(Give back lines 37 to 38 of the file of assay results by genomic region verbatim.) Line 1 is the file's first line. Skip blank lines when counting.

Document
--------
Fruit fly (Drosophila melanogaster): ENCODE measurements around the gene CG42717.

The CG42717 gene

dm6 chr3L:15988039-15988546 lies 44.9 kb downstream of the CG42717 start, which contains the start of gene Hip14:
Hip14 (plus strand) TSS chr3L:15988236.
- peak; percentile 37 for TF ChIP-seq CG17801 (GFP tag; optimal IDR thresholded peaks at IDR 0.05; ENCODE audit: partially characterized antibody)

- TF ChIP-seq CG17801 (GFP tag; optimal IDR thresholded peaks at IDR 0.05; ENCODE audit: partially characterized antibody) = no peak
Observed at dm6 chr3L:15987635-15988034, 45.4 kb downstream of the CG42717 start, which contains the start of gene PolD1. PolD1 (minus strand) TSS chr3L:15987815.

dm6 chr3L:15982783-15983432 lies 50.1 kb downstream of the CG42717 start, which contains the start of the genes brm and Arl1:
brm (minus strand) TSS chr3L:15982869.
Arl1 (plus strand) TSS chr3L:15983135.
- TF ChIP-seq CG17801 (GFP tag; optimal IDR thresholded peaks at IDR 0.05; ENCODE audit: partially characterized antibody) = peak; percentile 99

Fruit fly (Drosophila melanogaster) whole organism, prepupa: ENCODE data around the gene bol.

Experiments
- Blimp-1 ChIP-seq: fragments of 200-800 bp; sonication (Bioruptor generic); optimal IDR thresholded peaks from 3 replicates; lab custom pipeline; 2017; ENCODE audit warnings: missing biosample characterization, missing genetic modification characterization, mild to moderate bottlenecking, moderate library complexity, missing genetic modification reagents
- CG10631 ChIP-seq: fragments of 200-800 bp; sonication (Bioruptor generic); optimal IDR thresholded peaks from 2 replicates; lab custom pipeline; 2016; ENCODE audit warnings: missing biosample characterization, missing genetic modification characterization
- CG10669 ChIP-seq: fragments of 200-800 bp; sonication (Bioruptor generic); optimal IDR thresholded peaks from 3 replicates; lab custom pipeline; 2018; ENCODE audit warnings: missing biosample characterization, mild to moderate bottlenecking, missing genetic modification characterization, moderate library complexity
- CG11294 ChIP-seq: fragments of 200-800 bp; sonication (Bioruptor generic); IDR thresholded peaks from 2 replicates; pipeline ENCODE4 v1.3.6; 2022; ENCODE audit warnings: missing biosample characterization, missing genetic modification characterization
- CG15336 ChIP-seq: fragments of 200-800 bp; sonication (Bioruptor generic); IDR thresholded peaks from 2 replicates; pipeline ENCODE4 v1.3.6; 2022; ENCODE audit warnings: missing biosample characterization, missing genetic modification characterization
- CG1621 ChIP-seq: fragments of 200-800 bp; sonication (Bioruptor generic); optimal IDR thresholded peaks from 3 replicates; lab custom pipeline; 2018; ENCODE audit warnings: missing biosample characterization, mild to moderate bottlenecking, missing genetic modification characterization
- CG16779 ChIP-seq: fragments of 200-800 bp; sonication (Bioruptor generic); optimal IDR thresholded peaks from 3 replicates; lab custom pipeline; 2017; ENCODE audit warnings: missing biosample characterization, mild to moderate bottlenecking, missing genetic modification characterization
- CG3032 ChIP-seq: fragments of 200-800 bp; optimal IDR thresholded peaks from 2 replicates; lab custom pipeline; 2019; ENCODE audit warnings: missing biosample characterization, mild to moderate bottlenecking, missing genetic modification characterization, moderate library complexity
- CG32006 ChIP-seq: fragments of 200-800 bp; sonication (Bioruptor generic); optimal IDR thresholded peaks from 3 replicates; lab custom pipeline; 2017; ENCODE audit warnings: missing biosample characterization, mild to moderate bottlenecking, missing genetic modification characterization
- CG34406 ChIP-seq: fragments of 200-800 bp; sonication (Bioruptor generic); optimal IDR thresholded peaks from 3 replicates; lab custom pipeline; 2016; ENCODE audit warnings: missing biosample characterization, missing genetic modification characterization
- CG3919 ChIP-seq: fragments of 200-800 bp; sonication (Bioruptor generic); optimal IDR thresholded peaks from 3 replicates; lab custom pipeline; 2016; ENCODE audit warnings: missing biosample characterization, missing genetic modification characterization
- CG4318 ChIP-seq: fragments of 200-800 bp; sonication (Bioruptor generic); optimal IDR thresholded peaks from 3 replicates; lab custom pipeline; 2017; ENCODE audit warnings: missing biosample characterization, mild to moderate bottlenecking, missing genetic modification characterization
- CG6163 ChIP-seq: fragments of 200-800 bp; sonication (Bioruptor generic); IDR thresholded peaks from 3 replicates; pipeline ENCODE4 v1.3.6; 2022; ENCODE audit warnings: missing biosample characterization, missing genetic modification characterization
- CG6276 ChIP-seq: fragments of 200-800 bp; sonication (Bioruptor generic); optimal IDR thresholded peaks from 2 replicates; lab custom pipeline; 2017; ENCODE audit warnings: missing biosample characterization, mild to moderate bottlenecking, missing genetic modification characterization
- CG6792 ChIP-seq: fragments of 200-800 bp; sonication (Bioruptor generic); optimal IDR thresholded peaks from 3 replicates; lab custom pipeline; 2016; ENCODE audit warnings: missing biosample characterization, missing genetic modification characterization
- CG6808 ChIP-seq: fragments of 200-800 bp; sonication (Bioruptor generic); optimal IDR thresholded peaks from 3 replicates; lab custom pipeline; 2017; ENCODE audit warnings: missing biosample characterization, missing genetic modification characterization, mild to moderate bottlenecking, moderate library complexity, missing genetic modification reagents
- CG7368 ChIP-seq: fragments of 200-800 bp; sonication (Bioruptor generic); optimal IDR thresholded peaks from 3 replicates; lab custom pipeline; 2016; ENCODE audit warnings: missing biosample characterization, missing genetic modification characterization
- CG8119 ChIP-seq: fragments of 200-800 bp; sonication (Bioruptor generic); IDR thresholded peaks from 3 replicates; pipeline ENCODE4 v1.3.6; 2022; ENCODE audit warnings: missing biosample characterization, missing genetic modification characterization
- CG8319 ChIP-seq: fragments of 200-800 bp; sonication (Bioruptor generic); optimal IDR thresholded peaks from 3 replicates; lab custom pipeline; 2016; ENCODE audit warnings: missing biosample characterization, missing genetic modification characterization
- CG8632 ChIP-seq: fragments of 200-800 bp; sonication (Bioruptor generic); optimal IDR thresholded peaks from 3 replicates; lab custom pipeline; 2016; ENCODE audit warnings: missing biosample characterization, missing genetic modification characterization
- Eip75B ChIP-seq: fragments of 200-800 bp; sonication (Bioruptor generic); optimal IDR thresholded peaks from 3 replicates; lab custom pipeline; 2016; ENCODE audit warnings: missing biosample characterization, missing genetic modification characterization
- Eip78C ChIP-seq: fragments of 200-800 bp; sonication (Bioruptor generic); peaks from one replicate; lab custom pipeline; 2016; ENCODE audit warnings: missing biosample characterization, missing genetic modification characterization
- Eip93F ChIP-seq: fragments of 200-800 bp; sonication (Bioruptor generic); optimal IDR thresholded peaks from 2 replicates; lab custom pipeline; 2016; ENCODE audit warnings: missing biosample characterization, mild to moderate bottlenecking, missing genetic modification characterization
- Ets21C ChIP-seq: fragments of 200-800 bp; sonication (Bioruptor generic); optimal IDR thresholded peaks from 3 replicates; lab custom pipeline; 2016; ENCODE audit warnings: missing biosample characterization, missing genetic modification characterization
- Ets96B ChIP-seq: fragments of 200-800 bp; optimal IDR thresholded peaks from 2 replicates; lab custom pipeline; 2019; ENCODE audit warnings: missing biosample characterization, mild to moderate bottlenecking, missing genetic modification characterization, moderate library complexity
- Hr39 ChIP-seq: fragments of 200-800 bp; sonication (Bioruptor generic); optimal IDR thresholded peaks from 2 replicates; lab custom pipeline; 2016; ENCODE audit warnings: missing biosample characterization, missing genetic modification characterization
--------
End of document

- Ets21C ChIP-seq: fragments of 200-800 bp; sonication (Bioruptor generic); optimal IDR thresholded peaks from 3 replicates; lab custom pipeline; 2016; ENCODE audit warnings: missing biosample characterization, missing genetic modification characterization
- Ets96B ChIP-seq: fragments of 200-800 bp; optimal IDR thresholded peaks from 2 replicates; lab custom pipeline; 2019; ENCODE audit warnings: missing biosample characterization, mild to moderate bottlenecking, missing genetic modification characterization, moderate library complexity